The past few days we have discussed pandemic weight gain with a focus on diet. But, the other side of that weight gain coin is all about physical activity and exercise.
There have been several studies done on sedentary behaviors throughout the pandemic and the results are unsurprising. One study discovered that while there was a reported decrease in vigorous physical activity and a notable increase in sedentary behavior, there was an increase in walking and moderate physical activity (Cheval et al., 2020). The study discovered that just the commuting changes in certain populations had a heavy influence on physical activity within those groups of people especially (Cheval et al., 2020). While the activity level changes did not meet World Health Organization (WHO) standards, the increase in walking and moderate physical activity was still beneficial to those populations (Cheval et al., 2020).
Another study linked reduced physical activity and increased screen time during the pandemic to “worse depression, loneliness, stress, and PMH (positive mental health)” (Meyer et al., 2020). They also discovered that self isolation / quarantine versus social distancing showed increased anxiety and depressive symptoms (Meyer et al., 2020). The conclusion suggests that the mental health consequences could potentially have been reduced if participants had been able to maintain their previous physical activity levels and lowered screen time (Meyer et al., 2020).
We know, even before COVID, that physical activity and exercise allow people of all ages to “maintain an adequate health status” and can help reduce the risk or the severity of numerous chronic conditions and diseases, including diabetes, hypertension, and even frailty and dementia in older populations (Jiménez-Pavón et al., 2020). But, the immediate, radical shift people experienced during lockdown added in additional stress and resulting negative psychological effects like anger and post-traumatic stress symptoms, which adds to the potential health consequences of reduced physical activity (Jiménez-Pavón et al., 2020). This research team identified a suitable mantra of “doing at least some exercise is better than nothing” and recognized that physical activity and exercise habits may need to be altered depending on lockdown, the accessibility of exercise facilities, and other factors, but supporting patients as they navigate this new terrain, helping them develop a fitness regime that they are able to do from home safely, will be instrumental in helping them get through the rest of this pandemic period and getting back into good habits for post-COVID activities (Jiménez-Pavón et al., 2020).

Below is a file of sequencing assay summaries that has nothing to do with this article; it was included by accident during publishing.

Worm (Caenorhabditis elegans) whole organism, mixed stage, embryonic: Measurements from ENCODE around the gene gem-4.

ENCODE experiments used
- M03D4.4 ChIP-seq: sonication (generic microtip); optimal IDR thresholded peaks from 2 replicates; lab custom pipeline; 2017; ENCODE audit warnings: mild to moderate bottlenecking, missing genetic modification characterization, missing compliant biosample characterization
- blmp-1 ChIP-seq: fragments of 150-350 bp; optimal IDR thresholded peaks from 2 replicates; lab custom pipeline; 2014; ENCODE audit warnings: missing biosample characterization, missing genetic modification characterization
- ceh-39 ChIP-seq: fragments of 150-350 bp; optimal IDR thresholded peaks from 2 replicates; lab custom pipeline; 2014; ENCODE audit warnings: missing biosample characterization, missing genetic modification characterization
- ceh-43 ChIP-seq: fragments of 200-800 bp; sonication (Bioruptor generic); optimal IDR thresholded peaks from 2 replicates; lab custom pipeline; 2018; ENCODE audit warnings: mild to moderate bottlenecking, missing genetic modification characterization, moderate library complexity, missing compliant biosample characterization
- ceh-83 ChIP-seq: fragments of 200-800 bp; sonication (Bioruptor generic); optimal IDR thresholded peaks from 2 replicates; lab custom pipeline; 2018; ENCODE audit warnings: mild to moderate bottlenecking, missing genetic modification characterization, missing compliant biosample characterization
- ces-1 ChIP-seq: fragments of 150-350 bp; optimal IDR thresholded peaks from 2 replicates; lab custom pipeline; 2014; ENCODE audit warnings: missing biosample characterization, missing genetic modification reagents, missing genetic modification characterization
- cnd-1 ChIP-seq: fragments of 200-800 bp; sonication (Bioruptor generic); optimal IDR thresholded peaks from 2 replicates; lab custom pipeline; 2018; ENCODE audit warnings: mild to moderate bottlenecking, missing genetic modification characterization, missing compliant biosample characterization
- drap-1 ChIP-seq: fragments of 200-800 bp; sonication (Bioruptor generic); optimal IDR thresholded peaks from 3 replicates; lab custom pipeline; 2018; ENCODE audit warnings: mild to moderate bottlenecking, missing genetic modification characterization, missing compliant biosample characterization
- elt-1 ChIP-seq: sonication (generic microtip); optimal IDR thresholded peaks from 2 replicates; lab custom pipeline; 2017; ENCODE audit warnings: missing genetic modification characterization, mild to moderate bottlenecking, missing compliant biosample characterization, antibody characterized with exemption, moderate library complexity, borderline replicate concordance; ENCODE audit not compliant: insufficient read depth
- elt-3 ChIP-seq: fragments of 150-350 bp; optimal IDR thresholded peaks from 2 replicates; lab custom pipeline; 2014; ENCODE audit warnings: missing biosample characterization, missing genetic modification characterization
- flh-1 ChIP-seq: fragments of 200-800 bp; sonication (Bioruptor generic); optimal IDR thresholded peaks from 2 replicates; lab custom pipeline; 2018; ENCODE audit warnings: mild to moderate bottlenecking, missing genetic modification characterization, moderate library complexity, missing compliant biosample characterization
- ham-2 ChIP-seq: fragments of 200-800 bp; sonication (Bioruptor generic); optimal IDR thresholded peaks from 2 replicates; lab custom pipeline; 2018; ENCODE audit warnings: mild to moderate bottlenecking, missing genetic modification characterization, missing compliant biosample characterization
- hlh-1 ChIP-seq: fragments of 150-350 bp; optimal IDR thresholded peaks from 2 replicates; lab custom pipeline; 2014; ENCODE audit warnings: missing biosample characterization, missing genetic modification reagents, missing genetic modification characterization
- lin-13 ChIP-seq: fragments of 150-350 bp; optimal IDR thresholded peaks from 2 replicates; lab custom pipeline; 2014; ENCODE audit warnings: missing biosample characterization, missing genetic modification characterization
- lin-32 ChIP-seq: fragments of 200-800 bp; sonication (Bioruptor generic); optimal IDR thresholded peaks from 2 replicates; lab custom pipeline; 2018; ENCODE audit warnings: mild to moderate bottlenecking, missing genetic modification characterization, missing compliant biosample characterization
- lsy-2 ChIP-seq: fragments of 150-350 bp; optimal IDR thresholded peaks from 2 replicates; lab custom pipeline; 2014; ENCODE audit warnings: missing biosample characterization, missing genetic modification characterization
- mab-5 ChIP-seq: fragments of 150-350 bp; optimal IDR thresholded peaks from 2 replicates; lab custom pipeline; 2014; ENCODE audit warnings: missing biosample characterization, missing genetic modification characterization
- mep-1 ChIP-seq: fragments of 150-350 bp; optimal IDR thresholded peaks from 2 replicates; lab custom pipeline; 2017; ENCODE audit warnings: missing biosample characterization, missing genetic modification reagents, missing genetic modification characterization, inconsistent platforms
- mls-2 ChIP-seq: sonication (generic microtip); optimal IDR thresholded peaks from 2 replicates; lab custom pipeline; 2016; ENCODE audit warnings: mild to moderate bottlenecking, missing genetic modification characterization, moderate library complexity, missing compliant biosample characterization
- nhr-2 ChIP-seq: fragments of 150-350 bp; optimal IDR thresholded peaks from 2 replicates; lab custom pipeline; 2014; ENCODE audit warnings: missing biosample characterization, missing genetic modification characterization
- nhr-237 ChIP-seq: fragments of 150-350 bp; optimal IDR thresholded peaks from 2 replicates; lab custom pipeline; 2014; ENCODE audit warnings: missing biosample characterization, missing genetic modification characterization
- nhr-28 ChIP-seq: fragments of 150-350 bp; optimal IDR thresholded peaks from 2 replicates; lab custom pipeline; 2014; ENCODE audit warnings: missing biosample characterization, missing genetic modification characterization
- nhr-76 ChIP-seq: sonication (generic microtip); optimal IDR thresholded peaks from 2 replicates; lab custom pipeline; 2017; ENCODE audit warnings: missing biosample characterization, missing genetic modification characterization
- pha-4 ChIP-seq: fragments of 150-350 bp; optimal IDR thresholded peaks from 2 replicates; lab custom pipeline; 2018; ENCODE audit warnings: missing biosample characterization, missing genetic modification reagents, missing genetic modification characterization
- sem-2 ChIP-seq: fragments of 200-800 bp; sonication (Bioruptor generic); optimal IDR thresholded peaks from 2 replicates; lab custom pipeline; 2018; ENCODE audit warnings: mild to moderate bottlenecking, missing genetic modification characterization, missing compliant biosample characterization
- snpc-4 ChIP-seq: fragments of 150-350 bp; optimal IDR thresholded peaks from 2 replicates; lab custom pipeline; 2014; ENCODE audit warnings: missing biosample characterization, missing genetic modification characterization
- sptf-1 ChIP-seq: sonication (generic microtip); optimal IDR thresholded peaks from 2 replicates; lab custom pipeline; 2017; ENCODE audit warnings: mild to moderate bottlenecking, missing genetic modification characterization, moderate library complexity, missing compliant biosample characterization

Cheval, B., Sivaramakrishnan, H., Maltagliati, S., Fessler, L., Forestier, C., Sarrazin, P., Orsholits, D., Chalabaev, A.,
Sander, D., Ntoumanis, N. & Boisgontier, B. (2020). Relationships between changes in self-reported physical
activity, sedentary behaviour and health during the coronavirus (COVID-19) pandemic in France and
Switzerland. Journal of Sport Sciences 39(6), 699-704. https://doi.org/10.1080/02640414.2020.1841396
Meyer, J., McDowell, C., Lansing, J., Brower, C., Smith, L., Tully, M., & Herring, M. (2020). Changes in Physical
Activity and Sedentary Behavior in Response to COVID-19 and Their Associations with Mental Health in 3052
US Adults. International Journal of Environmental Research and Public Health, 17(18),
Jiménez-Pavón, D., Carbonell-Baeza, A., & Lavie, C. J. (2020). Physical exercise as therapy to fight against the mental
and physical consequences of COVID-19 quarantine: Special focus in older people. Progress in cardiovascular
diseases, 63(3), 386–388. https://doi.org/10.1016/j.pcad.2020.03.009